Cycling now looks less taxing
April 5th, 2018 - 2:02pm
A pair of morning radio show hosts on a Bellingham, Wash., station were recently shocked to discover during a call-in from a B.C. listener that the province’s per-litre gasoline prices equated to roughly $6 per U.S. gallon.
And that was before the B.C. government’s carbon tax hike, along with additional regional increases in some areas, struck on April 1. This, of course, amid an ongoing rise in fuel prices exacerbated by pinched supply.
“Their gas could end up as high as $7 a gallon!” exclaimed John Reynolds, who co-hosts KISM 92.9’s Brad and John Show with Brad Cash.
“And we complain when gas is $3 a gallon,” Cash noted dryly.
B.C. motorists unable to slip across the border to gas up in places like, well, Bellingham, may no longer have the option of crying over their beer, either. Federal and provincial tax hikes also put an April Fool’s markup on liquor and tobacco purchases in the province.
So Courtenay-Alberni MP Gord Johns could hardly have picked a better time ride to the rescue — literally — by introducing a petition calling on the federal government to support a national cycling strategy. The NDP MP, who regularly cycles to work at his Ottawa office, introduced the 4,347-signature petition March 29 in support of his member’s bill C-312: Make Canada a Cycling Nation.
Hey, the B.C. NDP is doing its part. As a condition of its pact with the B.C. Green Party to form government following last year’s hotly contested election, the NDP agreed on a series of increases that would raise the carbon tax by 66 per cent over four years.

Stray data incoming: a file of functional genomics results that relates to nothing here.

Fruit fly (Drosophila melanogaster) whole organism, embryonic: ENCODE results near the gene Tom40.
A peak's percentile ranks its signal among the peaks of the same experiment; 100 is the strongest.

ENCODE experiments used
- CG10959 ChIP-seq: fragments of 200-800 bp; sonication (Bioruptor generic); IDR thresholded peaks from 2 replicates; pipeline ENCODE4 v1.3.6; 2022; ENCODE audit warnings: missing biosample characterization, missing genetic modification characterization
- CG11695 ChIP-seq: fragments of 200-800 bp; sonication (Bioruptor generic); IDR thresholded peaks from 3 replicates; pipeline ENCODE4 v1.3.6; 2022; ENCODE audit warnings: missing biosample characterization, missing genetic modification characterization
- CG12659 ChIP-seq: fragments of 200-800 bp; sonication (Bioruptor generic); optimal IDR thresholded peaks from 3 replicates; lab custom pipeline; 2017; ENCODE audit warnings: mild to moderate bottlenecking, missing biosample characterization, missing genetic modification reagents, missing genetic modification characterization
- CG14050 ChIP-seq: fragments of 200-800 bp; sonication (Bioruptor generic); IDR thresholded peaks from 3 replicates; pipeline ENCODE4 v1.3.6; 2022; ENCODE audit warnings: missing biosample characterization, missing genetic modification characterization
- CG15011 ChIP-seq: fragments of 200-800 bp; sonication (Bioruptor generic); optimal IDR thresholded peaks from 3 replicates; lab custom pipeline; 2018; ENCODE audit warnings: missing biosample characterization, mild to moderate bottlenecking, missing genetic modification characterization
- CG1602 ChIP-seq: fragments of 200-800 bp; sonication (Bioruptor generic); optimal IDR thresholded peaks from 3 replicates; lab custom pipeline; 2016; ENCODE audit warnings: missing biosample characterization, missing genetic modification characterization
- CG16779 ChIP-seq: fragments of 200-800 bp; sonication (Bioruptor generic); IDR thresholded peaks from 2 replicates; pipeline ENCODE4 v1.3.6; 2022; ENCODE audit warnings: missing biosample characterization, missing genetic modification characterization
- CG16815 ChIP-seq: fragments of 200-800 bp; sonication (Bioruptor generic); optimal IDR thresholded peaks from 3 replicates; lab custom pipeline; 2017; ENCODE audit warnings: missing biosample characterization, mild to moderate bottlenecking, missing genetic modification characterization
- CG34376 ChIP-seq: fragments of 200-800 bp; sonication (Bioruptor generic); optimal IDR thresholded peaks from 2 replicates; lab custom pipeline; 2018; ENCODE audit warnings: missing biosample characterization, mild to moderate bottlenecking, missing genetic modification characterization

A truce in the ongoing battle over approval of twinning of Kinder Morgan’s Trans Mountain pipeline from Alberta would provide no immediate relief. Go-ahead of the project would create construction jobs, but the new pipeline is being built to convey bitumen primarily for shipment to far shores, not refined gasoline for B.C. pumps.
Cycling as a viable commuting option works best in tightly condensed, urban areas, so Johns’ proposed national cycling strategy would not be a one-size-fits-all solution. Costs resulting from such a strategy have not been totalled, but would likely include trailway and bridge infrastructure, signage and lane-marking painting, at minimum.
If only there were a growing pool of public money available to tap to make this cycling strategy a reality. Like, say, a gas tax fund?
— Parksville Qualicum Beach News